Walking and using the elliptical machine are activities often employed as part of a general fitness program. While they are alike in many respects, it’s important to keep in mind that one might have an edge on the other depending on a client’s state of health and fitness goals.

According to several recent studies, elliptical training leads to a greater activation of muscles in the buttocks and thighs than does walking, but less activation in calf muscles.1,2 It’s important to note that training using the elliptical machine also puts greater strain on the lower back than walking. That’s due to how the sequence of how the muscles are recruited, and it’s a consideration for people with known back problems.

Movements on the elliptical machine also involve less weight bearing. According to one study, walking causes 112 percent of someone’s body weight to strike the ground with every step, while only 73 percent does in elliptical training.3 This might suggest that this comparatively less impactful activity is advantageous for people who experience joint soreness, but less may be less beneficial for people aiming to improve bone health.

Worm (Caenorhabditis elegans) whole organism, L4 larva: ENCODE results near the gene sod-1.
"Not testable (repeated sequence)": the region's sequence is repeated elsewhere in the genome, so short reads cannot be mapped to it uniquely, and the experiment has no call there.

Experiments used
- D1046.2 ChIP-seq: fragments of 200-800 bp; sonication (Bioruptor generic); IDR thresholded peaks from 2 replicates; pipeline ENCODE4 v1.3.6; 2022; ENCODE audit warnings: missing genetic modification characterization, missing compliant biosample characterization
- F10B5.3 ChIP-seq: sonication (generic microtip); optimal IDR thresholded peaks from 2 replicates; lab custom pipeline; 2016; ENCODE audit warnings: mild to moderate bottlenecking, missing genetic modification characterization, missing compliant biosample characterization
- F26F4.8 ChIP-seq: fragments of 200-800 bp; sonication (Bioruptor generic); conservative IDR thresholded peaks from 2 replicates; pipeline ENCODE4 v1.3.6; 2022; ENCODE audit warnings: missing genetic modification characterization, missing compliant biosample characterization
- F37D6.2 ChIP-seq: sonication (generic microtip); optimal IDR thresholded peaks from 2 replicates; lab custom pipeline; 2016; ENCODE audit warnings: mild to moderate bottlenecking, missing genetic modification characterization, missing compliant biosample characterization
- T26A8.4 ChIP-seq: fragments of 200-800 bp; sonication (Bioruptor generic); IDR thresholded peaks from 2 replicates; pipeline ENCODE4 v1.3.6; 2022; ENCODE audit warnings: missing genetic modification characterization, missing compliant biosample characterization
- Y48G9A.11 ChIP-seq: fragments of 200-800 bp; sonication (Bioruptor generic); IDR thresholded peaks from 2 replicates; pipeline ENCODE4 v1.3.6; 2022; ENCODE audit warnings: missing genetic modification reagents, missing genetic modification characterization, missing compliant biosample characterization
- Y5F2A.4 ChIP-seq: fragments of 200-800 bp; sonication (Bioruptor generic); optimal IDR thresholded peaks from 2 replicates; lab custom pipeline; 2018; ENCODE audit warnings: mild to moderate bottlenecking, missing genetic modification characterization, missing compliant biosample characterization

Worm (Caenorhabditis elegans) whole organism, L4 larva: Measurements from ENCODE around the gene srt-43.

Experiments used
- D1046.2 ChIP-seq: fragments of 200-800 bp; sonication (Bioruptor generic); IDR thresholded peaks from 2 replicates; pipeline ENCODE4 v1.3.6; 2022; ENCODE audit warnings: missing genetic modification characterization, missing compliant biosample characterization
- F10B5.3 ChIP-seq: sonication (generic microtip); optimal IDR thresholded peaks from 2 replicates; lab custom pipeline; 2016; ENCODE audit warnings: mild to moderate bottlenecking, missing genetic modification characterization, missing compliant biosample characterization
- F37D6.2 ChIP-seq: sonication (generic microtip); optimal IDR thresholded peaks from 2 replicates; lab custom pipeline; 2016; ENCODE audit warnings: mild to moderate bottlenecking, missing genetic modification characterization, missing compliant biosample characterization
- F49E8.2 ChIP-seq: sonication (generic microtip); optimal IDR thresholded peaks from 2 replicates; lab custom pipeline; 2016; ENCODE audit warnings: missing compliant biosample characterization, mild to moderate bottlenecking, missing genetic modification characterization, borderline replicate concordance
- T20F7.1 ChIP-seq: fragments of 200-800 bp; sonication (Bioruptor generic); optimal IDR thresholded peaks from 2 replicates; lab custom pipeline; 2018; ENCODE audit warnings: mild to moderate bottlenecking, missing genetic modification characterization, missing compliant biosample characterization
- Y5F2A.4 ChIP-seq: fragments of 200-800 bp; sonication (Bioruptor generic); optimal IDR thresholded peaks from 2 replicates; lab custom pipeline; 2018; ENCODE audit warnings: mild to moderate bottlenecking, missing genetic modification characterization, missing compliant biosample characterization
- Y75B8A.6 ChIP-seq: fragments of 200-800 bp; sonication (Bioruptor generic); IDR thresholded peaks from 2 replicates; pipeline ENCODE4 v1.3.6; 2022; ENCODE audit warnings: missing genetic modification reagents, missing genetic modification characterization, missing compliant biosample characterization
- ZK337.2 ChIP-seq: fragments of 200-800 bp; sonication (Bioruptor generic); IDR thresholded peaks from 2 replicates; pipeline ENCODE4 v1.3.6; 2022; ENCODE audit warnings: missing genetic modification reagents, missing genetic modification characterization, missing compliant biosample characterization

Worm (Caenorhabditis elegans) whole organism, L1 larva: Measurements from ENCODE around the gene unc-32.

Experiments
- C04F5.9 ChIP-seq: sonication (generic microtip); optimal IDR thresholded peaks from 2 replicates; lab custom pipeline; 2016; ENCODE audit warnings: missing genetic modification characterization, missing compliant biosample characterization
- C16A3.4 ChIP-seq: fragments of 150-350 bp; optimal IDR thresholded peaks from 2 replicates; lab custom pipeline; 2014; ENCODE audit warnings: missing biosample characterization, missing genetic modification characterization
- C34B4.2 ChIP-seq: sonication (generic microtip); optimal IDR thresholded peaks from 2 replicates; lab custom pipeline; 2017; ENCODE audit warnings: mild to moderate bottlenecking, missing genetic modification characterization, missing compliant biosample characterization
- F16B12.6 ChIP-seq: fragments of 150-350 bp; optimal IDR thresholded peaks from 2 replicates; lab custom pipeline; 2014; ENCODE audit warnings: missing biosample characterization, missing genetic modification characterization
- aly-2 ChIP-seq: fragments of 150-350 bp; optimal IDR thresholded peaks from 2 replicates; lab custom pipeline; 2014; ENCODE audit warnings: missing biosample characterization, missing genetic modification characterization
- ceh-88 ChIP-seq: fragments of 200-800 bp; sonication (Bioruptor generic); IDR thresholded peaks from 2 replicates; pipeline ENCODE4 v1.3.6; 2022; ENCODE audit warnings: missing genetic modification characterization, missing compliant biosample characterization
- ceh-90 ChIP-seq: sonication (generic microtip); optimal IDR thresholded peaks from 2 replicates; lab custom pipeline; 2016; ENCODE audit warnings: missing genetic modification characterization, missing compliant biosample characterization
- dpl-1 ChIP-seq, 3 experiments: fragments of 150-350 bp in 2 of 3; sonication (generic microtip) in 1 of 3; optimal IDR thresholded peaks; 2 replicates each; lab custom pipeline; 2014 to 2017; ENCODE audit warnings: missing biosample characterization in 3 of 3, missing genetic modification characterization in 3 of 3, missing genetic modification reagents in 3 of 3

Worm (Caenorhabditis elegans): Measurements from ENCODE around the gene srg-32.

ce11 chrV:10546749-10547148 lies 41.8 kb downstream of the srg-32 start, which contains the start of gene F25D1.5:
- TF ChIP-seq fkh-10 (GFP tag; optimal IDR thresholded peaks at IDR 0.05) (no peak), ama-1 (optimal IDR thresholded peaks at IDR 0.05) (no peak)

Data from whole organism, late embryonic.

People exercising on stride machines in a gym.In terms of energy use, walking and elliptical training are just about neck-and-neck: In one study, participants were asked to complete two 15-minute bouts of exercise, one on a treadmill, the other on an elliptical machine.4 In both exercises, they were told to maintain a pace that felt challenging, yet sustainable (or about a ‘4’ or ‘5’ on a 10-point intensity scale). During the course of each session, researchers looked at the participants’ energy consumption and found that it was the same no matter of which machine they happened to be using at the time. Intensity did matter, of course, but that was a factor controlled by the individual.

So, whether to walk or hit the elliptical may simply come down to what is most accessible and convenient. For clients with joint issues, the elliptical machine, with its less jarring movements, may be preferable. For those trying to bone health in part by the impact of the exercise, walking may hold a greater appeal.

And keep in mind that intensity is a major factor that can be varied in any exercise.

So if a brisk walk doesn’t seem as tiring as a session on the elliptical, maybe it’s time to pick up the pace, or to change the setting on the elliptical machine!


  1. http://www.ncbi.nlm.nih.gov/pubmed/17805099
  2. http://www.ncbi.nlm.nih.gov/pubmed/20022994
  3. http://bjsm.bmj.com/content/48/7/616.2.abstract?sid=627ceaeb-cccb-4ed3-97d0-1a385e4b3373
  4. http://www.ncbi.nlm.nih.gov/pubmed/20453685


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